Review: The First World War in Namibia 1914-1915 by Gordon McGregor & Mannfred Goldbeck

Many regard the East Africa campaign as the ‘forgotten’ campaign. Relatively speaking, it is no longer forgotten. And in any event there are other more forgotten, if that is possible, or rather ‘ignored’ or ‘invisible’ campaigns. Here, I think of Cameroon and Togo, the Senusi in Egypt and German South West Africa (today’s Namibia).

That South African forces captured GSWA in what is, mistakenly, believed to be the first Allied victory of the war completed in six months, is generally well known. So much so, that scholars do not think there is any reason to revisit the theatre as they do East Africa leading to my reference to it as the ‘Done’ campaign at the recent SCOLMA conference.

However, a few of us know differently and none more so than people who reside or have lived in Namibia. This is leading to more becoming known about this ‘little’ campaign which will hopefully inspire more detailed research to be undertaken.

After some struggles with South African post, I finally got a copy of Gordon McGregor and Mannfred Goldbeck’s The First World War in Namibia, 1914-1915 (published by Gondwana History in 2014).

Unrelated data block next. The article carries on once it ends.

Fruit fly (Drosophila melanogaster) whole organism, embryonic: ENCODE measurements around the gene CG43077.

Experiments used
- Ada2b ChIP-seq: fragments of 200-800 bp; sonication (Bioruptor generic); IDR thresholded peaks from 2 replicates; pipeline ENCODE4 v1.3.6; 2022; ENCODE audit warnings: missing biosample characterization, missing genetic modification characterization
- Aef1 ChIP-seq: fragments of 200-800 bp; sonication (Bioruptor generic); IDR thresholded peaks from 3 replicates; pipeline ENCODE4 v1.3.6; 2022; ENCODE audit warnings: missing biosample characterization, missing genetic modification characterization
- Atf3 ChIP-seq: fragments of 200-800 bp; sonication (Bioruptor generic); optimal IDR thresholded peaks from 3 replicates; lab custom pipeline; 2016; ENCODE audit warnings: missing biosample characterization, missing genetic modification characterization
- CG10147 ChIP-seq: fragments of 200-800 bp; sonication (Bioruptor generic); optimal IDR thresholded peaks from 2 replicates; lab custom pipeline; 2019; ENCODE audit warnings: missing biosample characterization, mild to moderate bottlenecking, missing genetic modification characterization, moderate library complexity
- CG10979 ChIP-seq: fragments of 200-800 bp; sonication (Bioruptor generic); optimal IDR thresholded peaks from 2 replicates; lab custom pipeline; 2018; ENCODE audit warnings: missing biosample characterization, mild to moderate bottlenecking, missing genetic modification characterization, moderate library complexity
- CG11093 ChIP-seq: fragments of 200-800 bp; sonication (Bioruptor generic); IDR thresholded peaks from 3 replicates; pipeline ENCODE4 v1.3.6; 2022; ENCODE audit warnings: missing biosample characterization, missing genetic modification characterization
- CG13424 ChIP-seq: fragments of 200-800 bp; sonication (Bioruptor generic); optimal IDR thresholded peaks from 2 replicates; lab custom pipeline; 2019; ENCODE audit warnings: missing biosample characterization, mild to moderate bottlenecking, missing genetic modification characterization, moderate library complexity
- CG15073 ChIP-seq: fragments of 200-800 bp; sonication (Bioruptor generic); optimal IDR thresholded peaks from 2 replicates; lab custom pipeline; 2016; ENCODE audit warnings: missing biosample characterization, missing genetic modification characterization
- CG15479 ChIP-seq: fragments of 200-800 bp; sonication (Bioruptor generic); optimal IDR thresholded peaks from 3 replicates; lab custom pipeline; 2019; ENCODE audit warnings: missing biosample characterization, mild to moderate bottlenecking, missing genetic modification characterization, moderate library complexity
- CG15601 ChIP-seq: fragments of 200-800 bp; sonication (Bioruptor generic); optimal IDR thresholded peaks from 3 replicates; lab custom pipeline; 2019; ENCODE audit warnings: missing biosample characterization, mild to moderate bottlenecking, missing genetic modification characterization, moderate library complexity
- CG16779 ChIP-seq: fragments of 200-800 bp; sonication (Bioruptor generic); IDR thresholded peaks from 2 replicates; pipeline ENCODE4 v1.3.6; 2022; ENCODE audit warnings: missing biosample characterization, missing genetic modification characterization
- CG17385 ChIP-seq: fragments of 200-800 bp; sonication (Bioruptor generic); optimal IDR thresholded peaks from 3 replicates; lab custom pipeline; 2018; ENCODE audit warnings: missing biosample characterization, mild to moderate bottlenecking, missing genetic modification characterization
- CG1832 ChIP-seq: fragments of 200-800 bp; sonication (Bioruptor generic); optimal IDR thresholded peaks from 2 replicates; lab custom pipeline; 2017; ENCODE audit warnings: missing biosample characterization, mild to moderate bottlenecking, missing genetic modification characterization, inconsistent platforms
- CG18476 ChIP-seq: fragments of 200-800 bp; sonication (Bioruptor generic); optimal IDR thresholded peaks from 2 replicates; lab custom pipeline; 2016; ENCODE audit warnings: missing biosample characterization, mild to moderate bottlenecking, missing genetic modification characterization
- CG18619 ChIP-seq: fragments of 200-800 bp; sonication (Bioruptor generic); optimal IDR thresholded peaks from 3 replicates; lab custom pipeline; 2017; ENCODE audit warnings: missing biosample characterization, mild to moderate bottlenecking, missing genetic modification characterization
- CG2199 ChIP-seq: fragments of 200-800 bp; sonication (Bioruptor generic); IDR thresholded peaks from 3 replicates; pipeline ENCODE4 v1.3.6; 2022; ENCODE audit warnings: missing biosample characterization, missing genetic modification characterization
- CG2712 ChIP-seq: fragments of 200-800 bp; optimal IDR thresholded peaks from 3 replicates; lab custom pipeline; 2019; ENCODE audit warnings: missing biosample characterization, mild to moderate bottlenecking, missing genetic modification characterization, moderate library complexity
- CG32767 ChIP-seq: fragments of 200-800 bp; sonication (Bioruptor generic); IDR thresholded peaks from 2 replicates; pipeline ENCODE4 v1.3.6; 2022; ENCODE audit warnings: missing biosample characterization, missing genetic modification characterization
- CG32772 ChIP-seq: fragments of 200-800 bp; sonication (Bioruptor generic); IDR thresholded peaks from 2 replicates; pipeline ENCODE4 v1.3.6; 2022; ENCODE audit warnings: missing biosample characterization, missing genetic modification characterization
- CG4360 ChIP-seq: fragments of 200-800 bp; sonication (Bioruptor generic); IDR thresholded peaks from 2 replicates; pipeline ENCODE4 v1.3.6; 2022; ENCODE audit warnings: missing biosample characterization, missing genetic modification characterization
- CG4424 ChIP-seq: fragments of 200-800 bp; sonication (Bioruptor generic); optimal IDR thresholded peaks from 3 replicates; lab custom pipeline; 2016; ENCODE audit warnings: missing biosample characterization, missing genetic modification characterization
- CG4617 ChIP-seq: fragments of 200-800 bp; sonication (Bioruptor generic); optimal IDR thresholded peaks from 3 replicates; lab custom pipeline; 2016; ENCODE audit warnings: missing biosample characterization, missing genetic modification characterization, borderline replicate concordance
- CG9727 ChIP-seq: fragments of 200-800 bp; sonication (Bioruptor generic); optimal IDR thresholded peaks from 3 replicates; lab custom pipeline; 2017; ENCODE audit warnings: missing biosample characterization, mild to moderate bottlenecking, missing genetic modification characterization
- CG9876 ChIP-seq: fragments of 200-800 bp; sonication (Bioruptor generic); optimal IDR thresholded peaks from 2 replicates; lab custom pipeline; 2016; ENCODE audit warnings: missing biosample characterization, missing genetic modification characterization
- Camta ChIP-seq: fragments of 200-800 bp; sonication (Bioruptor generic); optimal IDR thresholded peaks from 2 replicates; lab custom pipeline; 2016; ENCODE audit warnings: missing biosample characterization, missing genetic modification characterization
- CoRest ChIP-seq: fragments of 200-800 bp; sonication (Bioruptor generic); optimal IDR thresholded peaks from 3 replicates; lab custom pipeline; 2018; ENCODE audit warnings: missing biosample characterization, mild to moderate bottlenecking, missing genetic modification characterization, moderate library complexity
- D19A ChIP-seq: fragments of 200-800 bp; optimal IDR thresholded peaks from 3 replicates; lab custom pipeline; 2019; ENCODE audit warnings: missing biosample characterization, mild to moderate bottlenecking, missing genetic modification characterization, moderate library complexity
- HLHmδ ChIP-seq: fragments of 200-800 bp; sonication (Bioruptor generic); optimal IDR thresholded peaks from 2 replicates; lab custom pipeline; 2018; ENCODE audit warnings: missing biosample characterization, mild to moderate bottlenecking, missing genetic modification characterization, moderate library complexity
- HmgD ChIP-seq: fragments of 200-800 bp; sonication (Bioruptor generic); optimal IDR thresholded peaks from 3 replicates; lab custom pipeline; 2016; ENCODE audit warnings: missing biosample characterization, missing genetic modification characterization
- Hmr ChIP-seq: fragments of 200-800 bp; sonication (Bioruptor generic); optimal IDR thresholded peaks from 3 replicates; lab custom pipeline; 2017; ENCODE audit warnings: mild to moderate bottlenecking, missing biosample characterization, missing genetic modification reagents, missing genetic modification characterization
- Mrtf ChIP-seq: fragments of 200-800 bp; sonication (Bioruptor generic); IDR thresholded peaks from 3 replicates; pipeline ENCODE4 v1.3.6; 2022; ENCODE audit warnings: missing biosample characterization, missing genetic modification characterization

This is a slim book, and as with James Stejskal’s Horns of the Beast has numerous photos from the Namibia Archive. Of particular note is the Battle Calendar of the campaign from mobilisation to the surrender of the German forces at Kilometre 500 and a chronology of the war as it affected Namibia. The bibliography, whilst using various known texts in South Africa lists some less well-known German and Namibian publications. Disappointing, however, is a reference to Wikipedia – various articles (not listed). Whilst it’s important to list all sources used, the inclusion of Wikipedia in the Bibliography confirmed that there is not much new in this overview of the First World War in Namibia.